Neither of these two giants had taken part in these deliberations anent the new religion and the new goddess. Danton gave signs now and then of the greatest impatience, and muttered something about a new form of tyranny, a new kind of oppression.

On the left, Robespierre in immaculate sea-green coat and carefully gauffered linen was quietly polishing the nails of his right hand against the palm of his left.

But nothing escaped him of what was going on. His ferocious egoism, his unbounded ambition was even now calculating what advantages to himself might accrue from this idea of the new religion and of the National fete, what personal aggrandisement he could derive therefrom.

The matter outwardly seemed trivial enough, but already his keen and calculating mind had seen various side issues which might tend to place him--Robespierre--on a yet higher and more unassailable pinnacle.

Surrounded by those who hated him, those who envied and those who feared him, he ruled over them all by the strength of his own cold-blooded savagery, by the resistless power of his merciless cruelty.

He cared about nobody but himself, about nothing but his own exaltation: every action of his career, since he gave up his small practice in a quiet provincial town in order to throw himself into the wild vortex of revolutionary politics, every word he ever uttered had but one aim--Himself.

He saw his colleagues and comrades of the old Jacobin Clubs ruthlessly destroyed around him: friends he had none, and all left him indifferent; and now he had hundreds of enemies in every assembly and club in Paris, and these too one by one were being swept up in that wild whirlpool which they themselves had created.

Impassive, serene, always ready with a calm answer, when passion raged most hotly around him, Robespierre, the most ambitious, most self-seeking demagogue of his time, had acquired the reputation of being incorruptible and self-less, an enthusiastic servant of the Republic.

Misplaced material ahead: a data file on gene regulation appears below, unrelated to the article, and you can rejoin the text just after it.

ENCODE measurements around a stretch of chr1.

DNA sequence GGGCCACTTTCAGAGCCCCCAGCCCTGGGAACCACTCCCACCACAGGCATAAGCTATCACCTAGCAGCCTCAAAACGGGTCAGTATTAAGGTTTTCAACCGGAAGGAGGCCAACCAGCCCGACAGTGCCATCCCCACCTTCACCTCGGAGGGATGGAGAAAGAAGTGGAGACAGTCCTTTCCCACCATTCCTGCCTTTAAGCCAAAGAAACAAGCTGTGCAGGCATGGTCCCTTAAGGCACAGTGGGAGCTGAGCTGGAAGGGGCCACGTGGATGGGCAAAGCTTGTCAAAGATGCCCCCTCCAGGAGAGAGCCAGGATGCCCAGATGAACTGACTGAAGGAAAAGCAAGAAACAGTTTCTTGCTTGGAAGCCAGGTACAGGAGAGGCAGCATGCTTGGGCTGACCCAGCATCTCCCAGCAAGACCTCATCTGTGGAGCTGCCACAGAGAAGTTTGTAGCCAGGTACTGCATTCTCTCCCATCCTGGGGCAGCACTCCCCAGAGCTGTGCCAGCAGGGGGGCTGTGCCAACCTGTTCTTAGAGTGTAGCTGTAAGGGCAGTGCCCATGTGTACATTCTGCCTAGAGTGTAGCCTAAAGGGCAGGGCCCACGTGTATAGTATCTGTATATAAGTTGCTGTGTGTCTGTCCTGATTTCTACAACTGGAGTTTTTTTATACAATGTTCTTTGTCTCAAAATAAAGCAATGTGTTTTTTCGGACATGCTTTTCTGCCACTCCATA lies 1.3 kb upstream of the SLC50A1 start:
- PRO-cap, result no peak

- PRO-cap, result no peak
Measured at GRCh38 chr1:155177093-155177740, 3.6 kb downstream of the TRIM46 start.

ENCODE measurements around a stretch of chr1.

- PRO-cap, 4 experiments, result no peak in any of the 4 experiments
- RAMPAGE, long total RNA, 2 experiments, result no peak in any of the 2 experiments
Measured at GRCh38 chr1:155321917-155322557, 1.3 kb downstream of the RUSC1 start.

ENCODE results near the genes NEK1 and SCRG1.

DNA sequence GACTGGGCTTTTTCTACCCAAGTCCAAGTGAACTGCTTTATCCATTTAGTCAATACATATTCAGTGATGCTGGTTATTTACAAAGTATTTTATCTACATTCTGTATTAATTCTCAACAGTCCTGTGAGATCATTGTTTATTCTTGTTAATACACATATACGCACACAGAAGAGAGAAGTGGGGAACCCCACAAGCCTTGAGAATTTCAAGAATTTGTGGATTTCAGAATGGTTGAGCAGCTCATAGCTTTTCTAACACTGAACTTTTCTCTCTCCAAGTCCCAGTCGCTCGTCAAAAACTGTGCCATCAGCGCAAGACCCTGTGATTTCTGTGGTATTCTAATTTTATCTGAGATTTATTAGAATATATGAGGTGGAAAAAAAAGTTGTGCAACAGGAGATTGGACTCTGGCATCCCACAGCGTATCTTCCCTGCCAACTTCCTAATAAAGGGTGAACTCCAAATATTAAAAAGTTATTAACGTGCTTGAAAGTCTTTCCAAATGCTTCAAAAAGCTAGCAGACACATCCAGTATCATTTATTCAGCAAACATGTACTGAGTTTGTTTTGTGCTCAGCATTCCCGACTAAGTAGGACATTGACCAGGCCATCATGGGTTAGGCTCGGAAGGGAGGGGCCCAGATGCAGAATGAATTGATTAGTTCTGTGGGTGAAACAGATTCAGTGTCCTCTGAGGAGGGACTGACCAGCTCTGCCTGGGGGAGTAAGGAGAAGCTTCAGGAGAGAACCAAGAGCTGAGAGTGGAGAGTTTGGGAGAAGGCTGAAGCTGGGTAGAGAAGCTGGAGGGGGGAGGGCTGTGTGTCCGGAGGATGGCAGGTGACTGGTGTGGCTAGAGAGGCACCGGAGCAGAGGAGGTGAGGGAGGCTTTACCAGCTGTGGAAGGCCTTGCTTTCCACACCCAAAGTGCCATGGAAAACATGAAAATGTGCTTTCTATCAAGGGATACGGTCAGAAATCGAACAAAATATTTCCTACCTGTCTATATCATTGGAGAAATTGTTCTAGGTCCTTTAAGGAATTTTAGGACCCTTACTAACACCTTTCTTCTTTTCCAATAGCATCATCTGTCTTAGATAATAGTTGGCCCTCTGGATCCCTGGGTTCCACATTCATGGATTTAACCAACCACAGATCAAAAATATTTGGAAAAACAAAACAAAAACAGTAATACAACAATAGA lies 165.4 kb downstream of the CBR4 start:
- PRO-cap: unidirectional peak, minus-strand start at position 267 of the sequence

The sea-green Incorruptible!

And thus whilst others talked and argued, waxed hot over schemes for processions and pageantry, or loudly denounced the whole matter as the work of a traitor, he, of the sea-green coat, sat quietly polishing his nails.

But he had already weighed all these discussions in the balance of his mind, placed them in the crucible of his ambition, and turned them into something that would benefit him and strengthen his position.

Aye! the feast should be brilliant enough! gay or horrible, mad or fearful, but through it all the people of France must be made to feel that there was a guiding hand which ruled the destinies of all, a head which framed the new laws, which consolidated the new religion and established its new goddess: the Goddess of Reason.

Robespierre, her prophet!

Chapter II : A Retrospect

The room was close and dark, filled with the smoke from a defective chimney.

A tiny boudoir, once the dainty sanctum of imperious Marie Antoinette; a faint and ghostly odour, like unto the perfume of spectres, seemed still to cling to the stained walls, and to the torn Gobelin tapestries.